Edouard Martinet transforms everyday objects found in flea-markets and car boot sales into works of art. Working with a variety of refuse materials such as rusted kitchen pans, typewriter keys, car lights and other scrap metals, Edouard Martinet sculpts several types of animals and insects. His sculptures are made without the use of solder.


25 abandoned Yugoslavia monuments that look like they’re from the future

“These structures were commissioned by former Yugoslavian president Josip Broz Tito in the 1960s and 70s to commemorate sites where WWII battles took place or where concentration camps stood. They were designed by different sculptors and architects, conveying powerful visual impact to show the confidence and strength of the Socialist Republic. In the 1980s, these monuments attracted millions of visitors per year, especially young pioneers for their ‘patriotic education.’ After the Republic dissolved in early 1990s, they were completely abandoned, and their symbolic meanings were forever lost. From 2006 to 2009, Kempenaers toured around the ex-Yugoslavia region with the help of a 1975 map of memorials, bringing before our eyes a series of melancholy yet striking images.”



This amazing modern art idea is dedicated to artist and designer Tobias Wong who passed away May 30, 2010, at the age of 35, after living 13,138 days. His friend Frederick McSwain built this commemorative portrait using exactly 13,138 dice to emphasize on life and its hazards. “The idea of a dice itself was appropriate—the randomness of life. It felt like [a medium] he would use. Because [Tobias] was a very street-level force, I thought it was appropriate [to install] the portrait on the floor. Its not something I wanted to suspend on the wall; I wanted it to be right there on the floor where you almost interact with it. The idea of every decision you make and everything you’ve done in your life, defines who you are. All of those days symbolically makes up the image of Tobi.”- Frederick stated. The dice were simply laid out on the floor without using any kind of adhesive.  – (via – FRESHOME)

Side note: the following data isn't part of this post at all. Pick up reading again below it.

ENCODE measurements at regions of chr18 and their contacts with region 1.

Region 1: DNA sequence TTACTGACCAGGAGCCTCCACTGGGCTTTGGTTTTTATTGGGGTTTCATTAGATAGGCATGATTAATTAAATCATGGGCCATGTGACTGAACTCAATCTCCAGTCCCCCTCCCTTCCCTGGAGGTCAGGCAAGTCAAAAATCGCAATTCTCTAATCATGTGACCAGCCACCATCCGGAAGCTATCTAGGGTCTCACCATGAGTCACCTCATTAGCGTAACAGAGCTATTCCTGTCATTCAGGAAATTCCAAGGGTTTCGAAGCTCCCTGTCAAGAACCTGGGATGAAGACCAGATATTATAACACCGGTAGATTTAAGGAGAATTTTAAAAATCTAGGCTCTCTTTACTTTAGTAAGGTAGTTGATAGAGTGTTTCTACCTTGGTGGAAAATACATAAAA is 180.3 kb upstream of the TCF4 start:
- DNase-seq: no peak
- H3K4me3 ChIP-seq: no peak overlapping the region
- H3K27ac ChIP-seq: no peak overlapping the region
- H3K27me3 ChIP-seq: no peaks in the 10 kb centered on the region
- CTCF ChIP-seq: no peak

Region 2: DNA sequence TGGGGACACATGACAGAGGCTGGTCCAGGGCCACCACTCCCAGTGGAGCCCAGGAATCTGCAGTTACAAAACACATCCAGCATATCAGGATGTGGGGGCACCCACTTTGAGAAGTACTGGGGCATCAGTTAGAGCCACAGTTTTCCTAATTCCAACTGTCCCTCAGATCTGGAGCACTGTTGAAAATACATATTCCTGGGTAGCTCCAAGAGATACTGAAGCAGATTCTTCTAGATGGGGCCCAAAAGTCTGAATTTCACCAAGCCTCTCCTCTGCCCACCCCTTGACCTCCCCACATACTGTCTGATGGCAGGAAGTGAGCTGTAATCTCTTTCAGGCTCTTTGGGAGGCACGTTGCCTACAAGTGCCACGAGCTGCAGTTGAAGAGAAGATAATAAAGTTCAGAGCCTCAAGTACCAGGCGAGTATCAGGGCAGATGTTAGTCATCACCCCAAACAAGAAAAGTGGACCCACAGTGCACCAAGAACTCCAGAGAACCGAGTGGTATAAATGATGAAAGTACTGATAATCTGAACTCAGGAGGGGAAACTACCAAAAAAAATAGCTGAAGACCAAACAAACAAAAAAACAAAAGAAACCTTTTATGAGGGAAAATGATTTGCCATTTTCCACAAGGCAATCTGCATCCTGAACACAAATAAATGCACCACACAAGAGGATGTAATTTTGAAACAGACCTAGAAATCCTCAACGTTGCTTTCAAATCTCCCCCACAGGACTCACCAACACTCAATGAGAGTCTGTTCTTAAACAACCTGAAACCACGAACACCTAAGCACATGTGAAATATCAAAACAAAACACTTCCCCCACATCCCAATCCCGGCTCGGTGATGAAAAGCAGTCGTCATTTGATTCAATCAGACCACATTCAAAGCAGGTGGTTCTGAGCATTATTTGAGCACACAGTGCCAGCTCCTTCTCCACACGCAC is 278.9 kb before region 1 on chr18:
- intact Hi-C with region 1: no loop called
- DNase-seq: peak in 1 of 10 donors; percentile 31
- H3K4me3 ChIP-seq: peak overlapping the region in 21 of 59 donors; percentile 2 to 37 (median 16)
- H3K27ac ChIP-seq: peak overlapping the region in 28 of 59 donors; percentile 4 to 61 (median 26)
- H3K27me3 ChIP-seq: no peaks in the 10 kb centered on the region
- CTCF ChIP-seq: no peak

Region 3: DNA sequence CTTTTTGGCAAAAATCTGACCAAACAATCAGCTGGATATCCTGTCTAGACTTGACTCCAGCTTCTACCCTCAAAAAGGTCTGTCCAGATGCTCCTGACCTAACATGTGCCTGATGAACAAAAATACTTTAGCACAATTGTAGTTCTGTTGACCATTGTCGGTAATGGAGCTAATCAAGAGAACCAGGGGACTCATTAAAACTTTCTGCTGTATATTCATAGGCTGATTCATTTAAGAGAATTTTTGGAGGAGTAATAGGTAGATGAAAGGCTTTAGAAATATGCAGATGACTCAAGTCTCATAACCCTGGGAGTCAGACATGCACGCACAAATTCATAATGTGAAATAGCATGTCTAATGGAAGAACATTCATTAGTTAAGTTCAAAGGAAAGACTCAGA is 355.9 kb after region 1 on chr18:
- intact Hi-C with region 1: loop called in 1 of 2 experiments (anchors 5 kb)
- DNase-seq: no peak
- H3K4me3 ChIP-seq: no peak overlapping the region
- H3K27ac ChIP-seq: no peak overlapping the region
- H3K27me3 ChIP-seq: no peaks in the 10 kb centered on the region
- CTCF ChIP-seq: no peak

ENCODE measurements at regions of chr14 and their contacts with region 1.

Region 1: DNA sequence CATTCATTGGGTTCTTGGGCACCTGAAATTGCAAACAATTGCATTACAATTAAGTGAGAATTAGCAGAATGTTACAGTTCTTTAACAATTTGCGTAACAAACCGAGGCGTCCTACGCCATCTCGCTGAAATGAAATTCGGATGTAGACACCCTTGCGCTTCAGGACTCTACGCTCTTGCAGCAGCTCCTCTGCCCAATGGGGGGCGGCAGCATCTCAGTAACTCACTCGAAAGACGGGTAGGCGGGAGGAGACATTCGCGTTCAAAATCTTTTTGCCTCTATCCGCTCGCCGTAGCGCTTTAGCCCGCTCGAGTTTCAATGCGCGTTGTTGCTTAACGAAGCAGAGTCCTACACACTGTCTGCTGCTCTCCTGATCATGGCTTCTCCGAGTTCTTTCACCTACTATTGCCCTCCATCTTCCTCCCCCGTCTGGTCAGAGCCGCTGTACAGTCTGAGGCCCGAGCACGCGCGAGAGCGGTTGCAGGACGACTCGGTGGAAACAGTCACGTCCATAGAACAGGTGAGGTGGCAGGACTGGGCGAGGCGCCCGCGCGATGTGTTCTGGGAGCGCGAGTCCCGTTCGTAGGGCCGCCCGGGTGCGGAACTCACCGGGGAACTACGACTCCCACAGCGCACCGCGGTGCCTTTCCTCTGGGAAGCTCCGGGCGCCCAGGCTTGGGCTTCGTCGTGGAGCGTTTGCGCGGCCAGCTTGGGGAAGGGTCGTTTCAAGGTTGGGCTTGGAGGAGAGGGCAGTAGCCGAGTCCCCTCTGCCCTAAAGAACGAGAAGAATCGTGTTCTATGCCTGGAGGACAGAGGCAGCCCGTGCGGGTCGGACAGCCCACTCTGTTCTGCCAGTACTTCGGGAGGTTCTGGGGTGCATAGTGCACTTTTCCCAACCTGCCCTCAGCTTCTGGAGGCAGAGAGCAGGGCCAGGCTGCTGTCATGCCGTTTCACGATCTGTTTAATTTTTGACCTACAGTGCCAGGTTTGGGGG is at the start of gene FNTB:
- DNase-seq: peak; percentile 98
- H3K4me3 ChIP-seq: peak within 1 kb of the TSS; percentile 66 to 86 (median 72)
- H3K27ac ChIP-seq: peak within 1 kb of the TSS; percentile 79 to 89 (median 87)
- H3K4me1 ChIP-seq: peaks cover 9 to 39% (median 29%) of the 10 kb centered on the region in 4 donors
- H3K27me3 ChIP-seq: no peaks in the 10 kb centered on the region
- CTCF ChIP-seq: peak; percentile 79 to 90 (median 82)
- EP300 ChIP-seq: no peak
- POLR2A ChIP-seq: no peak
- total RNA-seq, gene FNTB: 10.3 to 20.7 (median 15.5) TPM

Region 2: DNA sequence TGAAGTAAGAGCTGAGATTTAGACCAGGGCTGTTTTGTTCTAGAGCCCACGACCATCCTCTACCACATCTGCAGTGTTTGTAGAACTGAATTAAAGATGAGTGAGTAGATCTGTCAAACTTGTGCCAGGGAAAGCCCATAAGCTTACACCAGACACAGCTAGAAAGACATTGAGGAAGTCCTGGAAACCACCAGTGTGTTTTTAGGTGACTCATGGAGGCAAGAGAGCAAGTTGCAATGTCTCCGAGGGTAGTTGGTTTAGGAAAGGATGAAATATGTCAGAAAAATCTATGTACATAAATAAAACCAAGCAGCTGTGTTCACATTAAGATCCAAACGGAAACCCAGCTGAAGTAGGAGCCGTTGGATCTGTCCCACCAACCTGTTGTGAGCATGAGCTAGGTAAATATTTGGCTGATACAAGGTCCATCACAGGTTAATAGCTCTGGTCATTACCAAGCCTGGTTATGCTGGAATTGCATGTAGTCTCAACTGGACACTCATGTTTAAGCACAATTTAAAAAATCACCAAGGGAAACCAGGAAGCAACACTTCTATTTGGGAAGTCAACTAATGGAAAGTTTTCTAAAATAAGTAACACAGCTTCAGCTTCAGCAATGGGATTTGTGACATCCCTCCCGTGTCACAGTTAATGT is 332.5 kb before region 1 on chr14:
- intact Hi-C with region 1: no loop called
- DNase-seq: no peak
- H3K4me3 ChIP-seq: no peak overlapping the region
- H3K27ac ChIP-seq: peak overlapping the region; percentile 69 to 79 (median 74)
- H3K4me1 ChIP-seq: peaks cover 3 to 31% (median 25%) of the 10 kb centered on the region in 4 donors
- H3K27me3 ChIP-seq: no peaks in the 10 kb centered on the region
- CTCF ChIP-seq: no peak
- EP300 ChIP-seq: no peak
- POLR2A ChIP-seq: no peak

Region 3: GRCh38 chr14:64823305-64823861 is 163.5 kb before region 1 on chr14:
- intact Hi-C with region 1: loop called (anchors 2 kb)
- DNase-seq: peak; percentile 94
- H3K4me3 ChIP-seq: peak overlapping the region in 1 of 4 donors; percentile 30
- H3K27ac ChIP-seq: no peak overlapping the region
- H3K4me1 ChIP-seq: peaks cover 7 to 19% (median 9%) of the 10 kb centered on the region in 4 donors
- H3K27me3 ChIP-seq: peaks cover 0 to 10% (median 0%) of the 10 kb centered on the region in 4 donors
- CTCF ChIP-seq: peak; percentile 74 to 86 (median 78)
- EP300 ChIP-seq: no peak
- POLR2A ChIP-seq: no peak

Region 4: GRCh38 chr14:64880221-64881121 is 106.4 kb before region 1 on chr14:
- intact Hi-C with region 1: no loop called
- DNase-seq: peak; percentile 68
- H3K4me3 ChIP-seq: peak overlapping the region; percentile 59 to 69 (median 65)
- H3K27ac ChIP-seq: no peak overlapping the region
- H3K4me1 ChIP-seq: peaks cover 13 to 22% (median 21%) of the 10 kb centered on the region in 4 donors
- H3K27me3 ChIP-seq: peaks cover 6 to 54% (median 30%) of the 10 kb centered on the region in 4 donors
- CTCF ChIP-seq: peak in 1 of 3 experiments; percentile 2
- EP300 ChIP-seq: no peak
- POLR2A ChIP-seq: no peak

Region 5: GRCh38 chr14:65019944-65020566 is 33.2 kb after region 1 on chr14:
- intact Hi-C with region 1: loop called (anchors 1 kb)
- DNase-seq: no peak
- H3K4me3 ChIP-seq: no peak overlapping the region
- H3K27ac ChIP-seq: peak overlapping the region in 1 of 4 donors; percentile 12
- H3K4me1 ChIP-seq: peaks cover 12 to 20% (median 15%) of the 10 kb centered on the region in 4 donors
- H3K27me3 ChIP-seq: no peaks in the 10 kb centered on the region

Ah Xian

   “Ah Xian was born in Beijing in 1960. Initially trained as a painter, Ah Xian was a practising artist in China throughout the 1980s. Following the events in Tiananmen Square in 1989, he sought political asylum in Australia and moved to Sydney in 1990. Since the 1990s, Ah Xian has united traditional Chinese materials and techniques with a contemporary sculptural practice to address issues surrounding cultural displacement, identity politics and the relationship between East and West. His recent works continue to explore the material and symbolic possibilities of techniques such as lacquer-ware, bronze and cloisonné to represent the human form. In 1999 Ah Xian was included in the Third Asia-Pacific Triennial of Contemporary Art at the Queensland Art Gallery, Brisbane. Major solo exhibitions include China, China – Recent Porcelain Works of Ah Xian, Beijing Teachers University, Beijing, and Queensland Art Gallery, Brisbane, 2000; and Ah Xian Meets Jingdezhen, Museum of Frankfurt, Germany, 2002. Ah Xian lives in Sydney.”